Saudi-Iran Truce: China’s Highway to Diplomatic Exploitation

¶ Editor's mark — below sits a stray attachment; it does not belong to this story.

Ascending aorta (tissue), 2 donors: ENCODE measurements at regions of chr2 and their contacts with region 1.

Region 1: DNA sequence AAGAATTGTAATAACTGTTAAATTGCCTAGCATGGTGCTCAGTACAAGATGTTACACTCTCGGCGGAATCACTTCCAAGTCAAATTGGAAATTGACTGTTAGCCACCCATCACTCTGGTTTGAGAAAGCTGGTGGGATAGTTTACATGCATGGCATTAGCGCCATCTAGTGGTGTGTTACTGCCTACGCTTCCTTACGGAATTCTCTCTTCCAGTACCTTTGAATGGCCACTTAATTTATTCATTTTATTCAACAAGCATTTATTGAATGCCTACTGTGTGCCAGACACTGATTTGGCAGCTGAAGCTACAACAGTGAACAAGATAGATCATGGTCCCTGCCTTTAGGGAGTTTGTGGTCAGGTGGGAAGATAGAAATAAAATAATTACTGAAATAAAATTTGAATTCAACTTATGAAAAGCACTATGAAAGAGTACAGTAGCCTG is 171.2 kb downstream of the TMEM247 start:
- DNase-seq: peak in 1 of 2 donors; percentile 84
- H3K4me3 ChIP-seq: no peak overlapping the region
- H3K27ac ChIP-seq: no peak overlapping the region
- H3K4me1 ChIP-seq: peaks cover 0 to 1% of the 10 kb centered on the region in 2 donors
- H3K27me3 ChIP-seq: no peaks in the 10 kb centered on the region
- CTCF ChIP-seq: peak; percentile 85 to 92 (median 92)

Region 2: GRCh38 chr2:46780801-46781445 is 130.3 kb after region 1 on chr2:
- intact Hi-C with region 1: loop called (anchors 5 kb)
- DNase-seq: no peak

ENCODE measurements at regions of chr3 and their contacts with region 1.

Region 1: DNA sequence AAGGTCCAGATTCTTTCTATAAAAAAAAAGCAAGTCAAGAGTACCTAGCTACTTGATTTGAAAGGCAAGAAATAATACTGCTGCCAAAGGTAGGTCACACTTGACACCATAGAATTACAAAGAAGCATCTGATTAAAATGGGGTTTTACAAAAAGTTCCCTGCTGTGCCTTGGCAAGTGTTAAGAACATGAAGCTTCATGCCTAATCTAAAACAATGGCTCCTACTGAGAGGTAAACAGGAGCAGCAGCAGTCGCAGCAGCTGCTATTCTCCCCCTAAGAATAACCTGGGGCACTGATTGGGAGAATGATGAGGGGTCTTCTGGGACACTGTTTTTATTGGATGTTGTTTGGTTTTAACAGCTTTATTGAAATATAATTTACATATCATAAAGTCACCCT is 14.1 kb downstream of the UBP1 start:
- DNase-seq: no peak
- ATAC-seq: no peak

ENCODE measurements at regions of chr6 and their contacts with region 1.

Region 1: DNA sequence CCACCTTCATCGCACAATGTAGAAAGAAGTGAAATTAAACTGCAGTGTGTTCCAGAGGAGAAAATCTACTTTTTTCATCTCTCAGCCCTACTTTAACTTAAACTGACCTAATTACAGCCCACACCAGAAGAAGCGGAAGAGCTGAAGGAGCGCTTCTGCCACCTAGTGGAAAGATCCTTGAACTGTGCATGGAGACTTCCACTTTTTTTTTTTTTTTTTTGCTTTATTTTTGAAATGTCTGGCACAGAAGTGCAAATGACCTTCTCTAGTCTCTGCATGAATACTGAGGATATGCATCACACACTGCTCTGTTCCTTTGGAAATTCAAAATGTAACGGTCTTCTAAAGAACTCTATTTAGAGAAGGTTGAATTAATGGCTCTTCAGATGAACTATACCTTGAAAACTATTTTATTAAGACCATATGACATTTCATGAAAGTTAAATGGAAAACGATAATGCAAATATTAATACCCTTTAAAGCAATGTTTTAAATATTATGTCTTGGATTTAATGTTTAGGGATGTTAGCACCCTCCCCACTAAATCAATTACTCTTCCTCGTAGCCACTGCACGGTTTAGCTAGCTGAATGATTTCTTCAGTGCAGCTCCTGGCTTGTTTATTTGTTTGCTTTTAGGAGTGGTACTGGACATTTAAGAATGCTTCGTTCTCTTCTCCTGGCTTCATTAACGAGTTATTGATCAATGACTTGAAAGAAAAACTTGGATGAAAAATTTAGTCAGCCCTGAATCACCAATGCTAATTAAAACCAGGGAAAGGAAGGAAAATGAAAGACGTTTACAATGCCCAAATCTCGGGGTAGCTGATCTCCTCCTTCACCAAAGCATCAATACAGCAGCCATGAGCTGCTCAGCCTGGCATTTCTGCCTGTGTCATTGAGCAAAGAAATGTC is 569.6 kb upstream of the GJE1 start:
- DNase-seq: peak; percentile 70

The time-ravaging rivalry between Iran and Saudi Arabia ranks below few in the assemblage of unresolvable, primeval conflicts since it is based on dogma, entwined in history, and fought through proxies throughout the Middle East. Therefore, being able to get these two arch-nemeses to sign March 10 historic agreement of truce, could potentially have colossal impacts on the world, particularly in terms of mutating China’s global image. At first, as the fog lifts, it could appear as though this development could contribute to greater stability in the region, which has been plagued by political and sectarian tensions, proxy wars, and terrorist activities in recent years. A rapprochement between both the regional major powers could most definitely lead to a reduction in hostilities and an increased focus on addressing common challenges. At the very least, a stable Middle East would be beneficial for the majority of the world especially in terms of global energy security as the region is a major oil and gas producer and exporter. Any disruptions in the production or transportation of oil and gas from the region usually has cataclysmic impacts on the global economy, particularly in energy-importing countries. As two of these are the most powerful countries in the Middle East, their toil for dominance has been felt throughout the region and beyond. However, many connoisseurs of international politics are increasingly starting to believe that China as a third-party player in this game, is set to benefit, immensely and cleverly.